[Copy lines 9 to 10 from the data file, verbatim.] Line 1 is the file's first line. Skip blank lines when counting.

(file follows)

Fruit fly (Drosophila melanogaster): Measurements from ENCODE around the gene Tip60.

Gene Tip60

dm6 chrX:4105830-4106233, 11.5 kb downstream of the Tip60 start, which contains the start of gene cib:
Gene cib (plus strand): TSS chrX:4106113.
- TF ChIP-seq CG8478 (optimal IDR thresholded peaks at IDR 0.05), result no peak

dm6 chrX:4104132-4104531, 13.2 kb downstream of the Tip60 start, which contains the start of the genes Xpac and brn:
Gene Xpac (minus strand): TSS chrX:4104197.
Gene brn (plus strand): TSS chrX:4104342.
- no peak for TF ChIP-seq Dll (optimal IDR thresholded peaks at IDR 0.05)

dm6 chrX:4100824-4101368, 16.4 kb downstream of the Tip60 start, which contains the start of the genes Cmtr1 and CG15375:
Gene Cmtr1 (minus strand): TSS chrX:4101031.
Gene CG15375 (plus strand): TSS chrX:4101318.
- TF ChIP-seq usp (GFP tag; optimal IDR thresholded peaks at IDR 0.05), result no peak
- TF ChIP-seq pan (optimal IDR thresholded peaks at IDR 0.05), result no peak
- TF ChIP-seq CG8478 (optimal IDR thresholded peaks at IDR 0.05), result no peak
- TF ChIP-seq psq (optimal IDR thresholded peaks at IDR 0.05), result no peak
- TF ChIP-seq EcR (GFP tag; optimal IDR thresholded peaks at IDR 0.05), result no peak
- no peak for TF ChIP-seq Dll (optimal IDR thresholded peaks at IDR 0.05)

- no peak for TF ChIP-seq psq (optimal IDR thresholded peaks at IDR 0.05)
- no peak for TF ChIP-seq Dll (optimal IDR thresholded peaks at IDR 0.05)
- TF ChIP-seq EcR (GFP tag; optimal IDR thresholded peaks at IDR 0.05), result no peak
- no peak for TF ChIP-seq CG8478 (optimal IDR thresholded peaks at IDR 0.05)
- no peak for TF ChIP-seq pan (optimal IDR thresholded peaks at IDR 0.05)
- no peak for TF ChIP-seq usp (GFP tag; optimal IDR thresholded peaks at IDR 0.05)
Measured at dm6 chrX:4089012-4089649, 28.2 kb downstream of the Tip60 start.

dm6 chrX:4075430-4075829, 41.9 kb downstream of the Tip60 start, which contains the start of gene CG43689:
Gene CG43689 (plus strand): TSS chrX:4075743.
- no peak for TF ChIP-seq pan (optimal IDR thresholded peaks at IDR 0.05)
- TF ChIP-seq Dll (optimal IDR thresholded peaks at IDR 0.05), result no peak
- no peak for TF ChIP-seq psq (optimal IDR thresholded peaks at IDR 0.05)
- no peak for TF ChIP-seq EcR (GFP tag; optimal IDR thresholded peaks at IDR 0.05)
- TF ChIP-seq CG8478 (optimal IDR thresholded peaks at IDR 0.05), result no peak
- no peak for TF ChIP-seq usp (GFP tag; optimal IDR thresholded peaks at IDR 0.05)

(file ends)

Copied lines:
- no peak for TF ChIP-seq Dll (optimal IDR thresholded peaks at IDR 0.05)

dm6 chrX:4100824-4101368, 16.4 kb downstream of the Tip60 start, which contains the start of the genes Cmtr1 and CG15375: